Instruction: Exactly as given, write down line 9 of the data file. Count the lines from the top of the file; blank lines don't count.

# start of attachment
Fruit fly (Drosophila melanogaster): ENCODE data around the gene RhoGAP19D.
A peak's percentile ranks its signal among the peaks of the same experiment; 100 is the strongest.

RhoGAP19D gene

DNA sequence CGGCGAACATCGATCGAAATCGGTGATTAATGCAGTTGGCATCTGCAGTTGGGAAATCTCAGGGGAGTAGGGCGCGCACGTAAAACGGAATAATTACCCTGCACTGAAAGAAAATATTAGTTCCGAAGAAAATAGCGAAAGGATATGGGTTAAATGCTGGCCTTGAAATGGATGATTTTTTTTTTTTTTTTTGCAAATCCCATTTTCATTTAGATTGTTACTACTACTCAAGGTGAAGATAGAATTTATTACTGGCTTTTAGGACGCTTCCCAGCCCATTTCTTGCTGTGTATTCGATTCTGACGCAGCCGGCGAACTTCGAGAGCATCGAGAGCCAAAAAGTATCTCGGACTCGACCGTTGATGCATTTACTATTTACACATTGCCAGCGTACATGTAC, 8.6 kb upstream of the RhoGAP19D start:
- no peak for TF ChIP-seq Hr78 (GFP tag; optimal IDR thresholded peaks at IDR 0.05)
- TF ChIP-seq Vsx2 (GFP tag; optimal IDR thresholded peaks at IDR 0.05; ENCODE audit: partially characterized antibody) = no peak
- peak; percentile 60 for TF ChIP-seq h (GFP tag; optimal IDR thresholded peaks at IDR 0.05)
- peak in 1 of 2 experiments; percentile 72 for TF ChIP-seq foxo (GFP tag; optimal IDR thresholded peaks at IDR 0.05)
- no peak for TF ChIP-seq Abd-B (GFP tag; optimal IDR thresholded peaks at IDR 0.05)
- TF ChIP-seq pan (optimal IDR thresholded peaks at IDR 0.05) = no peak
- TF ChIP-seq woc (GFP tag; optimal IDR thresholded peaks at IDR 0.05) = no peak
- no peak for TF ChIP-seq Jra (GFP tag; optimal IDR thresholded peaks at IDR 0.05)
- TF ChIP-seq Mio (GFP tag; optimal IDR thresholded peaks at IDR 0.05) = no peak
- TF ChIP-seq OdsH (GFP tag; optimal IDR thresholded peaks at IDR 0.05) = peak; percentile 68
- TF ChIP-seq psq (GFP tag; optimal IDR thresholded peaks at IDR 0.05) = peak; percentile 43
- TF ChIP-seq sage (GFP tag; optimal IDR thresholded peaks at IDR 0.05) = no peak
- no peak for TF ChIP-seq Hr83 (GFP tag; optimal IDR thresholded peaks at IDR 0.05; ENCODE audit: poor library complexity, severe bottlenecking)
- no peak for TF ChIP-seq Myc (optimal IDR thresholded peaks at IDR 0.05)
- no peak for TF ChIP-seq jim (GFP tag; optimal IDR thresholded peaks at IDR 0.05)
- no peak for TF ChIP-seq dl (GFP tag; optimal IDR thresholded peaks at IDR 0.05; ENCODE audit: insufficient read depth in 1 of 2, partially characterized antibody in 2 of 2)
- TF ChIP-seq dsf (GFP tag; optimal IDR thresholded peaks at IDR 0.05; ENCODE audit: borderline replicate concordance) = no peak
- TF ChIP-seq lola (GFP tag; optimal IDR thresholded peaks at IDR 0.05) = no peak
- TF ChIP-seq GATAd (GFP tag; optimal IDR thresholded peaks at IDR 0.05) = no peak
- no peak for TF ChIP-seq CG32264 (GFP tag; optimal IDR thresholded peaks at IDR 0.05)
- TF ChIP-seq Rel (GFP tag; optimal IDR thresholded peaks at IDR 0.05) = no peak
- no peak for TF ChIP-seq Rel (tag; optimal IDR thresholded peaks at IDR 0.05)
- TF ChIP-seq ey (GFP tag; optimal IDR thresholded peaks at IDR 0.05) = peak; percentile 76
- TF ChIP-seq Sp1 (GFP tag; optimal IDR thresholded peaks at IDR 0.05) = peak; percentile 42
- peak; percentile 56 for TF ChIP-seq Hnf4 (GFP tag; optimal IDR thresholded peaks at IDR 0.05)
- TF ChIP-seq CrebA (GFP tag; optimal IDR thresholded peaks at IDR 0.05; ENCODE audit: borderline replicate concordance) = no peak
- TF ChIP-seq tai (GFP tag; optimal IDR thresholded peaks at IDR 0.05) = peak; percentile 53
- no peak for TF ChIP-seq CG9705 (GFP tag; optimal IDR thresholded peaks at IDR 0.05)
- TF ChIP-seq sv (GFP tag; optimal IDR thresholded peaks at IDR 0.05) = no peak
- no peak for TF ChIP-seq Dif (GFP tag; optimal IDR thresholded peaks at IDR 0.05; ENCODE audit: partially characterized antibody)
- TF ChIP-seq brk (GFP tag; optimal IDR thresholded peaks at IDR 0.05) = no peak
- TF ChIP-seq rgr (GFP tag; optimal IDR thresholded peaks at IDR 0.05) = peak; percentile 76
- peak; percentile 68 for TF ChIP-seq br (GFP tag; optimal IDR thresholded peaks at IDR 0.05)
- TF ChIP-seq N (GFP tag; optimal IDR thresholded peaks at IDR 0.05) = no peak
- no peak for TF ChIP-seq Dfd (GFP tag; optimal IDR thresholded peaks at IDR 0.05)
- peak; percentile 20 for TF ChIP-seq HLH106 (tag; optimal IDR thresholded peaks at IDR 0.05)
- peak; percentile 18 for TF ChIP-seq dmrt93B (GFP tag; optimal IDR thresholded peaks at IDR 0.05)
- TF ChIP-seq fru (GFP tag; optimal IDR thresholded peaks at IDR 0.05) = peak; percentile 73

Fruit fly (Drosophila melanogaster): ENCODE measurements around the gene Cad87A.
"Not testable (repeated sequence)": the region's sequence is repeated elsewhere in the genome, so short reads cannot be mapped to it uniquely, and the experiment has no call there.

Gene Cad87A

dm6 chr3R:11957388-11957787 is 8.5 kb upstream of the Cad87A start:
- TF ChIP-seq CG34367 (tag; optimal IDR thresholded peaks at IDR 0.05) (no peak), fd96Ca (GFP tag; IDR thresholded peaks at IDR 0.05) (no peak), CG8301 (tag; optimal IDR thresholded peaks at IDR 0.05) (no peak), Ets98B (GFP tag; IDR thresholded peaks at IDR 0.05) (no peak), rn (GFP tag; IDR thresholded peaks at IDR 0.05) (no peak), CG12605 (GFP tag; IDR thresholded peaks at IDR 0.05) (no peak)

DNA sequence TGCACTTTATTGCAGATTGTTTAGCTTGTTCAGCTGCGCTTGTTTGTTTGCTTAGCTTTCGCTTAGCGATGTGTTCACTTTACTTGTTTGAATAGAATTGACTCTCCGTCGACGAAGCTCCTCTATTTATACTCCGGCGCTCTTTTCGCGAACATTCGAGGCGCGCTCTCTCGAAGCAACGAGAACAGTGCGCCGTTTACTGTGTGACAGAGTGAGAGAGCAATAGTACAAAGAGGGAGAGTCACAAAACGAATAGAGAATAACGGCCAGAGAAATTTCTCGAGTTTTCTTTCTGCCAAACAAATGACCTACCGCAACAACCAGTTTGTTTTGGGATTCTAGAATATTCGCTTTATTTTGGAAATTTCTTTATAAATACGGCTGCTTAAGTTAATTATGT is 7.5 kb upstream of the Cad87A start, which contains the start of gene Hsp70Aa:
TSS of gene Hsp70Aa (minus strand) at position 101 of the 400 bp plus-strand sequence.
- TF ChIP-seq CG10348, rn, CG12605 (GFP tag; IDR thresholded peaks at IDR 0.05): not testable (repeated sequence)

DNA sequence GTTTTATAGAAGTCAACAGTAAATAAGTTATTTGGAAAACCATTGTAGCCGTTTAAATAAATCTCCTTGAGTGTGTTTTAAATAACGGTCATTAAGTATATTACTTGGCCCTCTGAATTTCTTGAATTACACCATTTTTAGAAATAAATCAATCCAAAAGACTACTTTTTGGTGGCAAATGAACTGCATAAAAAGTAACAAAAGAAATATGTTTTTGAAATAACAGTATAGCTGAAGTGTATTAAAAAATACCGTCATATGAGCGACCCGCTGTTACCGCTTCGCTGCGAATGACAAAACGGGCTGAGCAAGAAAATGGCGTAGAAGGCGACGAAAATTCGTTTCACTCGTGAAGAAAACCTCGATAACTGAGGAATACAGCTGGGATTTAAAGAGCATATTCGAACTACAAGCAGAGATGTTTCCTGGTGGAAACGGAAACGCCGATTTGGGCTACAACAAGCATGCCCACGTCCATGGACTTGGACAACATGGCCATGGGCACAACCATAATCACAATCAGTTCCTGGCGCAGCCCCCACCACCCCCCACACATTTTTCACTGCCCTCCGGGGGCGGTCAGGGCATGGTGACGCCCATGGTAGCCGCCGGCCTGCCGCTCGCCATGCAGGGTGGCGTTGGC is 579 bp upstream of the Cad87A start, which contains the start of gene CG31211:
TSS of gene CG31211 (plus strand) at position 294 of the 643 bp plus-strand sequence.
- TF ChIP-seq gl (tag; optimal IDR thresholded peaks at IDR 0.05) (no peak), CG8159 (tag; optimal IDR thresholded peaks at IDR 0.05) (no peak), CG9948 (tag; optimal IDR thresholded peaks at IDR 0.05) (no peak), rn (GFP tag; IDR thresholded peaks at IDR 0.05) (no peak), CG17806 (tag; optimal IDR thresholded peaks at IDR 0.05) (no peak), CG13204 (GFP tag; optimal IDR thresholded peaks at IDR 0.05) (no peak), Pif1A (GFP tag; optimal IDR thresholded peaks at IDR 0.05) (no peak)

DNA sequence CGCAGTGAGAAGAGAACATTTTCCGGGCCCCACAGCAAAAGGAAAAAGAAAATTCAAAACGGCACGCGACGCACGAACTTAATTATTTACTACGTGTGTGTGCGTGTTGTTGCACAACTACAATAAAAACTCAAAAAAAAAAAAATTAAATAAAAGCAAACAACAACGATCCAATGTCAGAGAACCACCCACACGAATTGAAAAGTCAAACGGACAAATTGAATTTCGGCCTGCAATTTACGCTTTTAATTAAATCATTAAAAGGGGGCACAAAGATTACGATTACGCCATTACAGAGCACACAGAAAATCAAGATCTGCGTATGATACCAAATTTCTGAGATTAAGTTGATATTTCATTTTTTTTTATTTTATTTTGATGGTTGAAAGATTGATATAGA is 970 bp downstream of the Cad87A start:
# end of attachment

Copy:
- no peak for TF ChIP-seq Abd-B (GFP tag; optimal IDR thresholded peaks at IDR 0.05)